On Tuesday, the brother of missing Paris terrorist suspect Salah Abdeslam called on his sibling to surrender to authorities. Speaking to France's BFM TV, Mohamed Abdeslam — who was briefly arrested in Belgium on Saturday in connection with the grisly Paris attacks, but subsequently released without charge — suggested that his brother should turn himself in.
Evidently I advise him to surrender to the police ... We are family, we are thinking of him, we are asking ourselves where he is, whether he is afraid. But the right thing to do would be to surrender to justice.
This isn't the first public comment Mohamed has given on the situation. That came on Saturday, after he was released by Belgian authorities and told reporters that his family learned about the attacks on television, the same way everybody else did:
My family and I are very moved by what's happened. We found out about it from the television as many of you did. And we never thought that one of my brothers could be linked to this attack.
Salah isn't the only member of the Abdeslam family believed to have taken part in the horrifying night of violence Paris suffered on Friday. Mohamed's other brother, Brahim, committed a suicide bombing that night. Mohamed was arrested in the aftermath of the attacks for fear that he had been involved, but he was proven to have been renovating a bar in the French city of Lille during the attack.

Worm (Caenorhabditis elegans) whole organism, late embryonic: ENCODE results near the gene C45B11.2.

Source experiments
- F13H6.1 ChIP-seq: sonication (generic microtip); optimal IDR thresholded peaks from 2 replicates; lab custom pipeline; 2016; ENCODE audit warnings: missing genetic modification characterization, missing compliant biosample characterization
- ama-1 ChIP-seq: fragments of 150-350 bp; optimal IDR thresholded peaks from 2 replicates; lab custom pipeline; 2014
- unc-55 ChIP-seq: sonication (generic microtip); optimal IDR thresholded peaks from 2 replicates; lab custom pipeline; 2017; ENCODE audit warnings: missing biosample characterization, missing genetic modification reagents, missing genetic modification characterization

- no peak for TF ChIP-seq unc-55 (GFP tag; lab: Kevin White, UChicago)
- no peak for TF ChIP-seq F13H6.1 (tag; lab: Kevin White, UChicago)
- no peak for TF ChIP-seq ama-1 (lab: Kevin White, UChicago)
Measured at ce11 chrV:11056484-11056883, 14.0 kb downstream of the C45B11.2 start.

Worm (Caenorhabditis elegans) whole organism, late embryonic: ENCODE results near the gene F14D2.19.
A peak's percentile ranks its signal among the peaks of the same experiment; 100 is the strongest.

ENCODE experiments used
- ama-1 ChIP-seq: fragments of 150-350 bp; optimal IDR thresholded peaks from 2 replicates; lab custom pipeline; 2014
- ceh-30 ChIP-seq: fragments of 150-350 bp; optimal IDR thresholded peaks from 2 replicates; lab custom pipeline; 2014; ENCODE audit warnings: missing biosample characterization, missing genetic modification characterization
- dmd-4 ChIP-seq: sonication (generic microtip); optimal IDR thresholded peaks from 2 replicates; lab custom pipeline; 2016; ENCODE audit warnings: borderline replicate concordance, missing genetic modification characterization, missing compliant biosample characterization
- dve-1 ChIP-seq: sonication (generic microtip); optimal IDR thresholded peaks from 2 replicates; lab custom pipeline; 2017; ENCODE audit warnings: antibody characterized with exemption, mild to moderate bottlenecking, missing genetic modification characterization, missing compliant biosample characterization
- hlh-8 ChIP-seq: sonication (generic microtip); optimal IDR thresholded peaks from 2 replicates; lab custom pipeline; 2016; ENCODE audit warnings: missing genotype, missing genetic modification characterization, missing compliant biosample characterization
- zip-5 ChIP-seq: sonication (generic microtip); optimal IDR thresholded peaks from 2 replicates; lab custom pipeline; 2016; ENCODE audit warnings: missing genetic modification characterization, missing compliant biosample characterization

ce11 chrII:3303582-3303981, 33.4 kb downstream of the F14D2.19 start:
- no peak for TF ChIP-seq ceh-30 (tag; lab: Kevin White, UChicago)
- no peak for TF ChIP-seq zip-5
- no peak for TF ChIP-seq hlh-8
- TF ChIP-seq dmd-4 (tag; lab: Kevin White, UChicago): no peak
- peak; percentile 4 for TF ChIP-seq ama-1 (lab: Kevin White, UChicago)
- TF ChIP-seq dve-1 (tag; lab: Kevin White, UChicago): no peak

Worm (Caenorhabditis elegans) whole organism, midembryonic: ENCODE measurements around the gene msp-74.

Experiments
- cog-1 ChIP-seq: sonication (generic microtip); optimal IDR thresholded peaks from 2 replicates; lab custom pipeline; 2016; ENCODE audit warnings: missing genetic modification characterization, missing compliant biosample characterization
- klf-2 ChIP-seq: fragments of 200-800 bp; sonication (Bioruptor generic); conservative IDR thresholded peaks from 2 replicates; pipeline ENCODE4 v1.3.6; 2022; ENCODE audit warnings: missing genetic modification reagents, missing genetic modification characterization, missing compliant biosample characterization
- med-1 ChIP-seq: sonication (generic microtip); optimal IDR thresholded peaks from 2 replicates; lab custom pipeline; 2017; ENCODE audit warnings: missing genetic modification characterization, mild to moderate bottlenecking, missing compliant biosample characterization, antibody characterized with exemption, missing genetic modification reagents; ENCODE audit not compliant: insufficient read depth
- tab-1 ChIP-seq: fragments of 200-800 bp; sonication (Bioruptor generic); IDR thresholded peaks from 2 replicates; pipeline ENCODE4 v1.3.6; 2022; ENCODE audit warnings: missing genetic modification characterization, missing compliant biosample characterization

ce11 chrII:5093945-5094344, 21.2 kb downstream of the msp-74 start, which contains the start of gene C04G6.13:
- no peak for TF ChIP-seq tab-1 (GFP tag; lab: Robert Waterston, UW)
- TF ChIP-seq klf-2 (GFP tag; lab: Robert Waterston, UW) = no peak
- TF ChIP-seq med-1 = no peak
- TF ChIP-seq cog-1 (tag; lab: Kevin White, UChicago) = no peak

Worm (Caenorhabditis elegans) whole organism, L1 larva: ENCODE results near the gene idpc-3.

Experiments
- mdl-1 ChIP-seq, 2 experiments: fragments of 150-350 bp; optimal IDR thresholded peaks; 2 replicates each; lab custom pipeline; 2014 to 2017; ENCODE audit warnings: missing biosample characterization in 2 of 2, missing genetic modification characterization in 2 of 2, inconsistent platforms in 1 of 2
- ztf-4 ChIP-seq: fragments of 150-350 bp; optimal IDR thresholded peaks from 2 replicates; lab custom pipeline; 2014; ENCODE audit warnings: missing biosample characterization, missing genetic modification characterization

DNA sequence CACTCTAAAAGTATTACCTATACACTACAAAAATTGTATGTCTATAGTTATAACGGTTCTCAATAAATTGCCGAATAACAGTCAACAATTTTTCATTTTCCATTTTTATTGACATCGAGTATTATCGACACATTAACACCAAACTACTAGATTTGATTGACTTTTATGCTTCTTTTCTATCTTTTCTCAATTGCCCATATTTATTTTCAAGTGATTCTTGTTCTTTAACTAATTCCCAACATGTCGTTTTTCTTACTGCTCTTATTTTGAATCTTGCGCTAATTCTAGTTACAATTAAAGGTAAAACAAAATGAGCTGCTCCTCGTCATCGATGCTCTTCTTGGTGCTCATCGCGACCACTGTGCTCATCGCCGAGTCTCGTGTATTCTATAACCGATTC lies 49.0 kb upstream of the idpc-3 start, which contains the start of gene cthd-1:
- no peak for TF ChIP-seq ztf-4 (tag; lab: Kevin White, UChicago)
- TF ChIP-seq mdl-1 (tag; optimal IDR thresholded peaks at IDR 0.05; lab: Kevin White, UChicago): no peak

In all, French authorities suspect that there could be as many as 20 different people involved in plotting out the Paris attacks, although Salah Abdeslam is undeniably the name at the top of everyone's lists right now, because he's the only suspected attacker whose whereabouts are entirely unaccounted for. According to the BBC, he was reportedly stopped by the police in the aftermath of the terrorist attacks, but for whatever reason, he wasn't arrested.
As the BBC detailed, French authorities have characterized Salah as dangerous, and have cautioned against approaching him. His whereabouts remain a mystery — in his post-release remarks to reporters on Saturday, Mohammed said that his family "[doesn't] know where he is or have any information."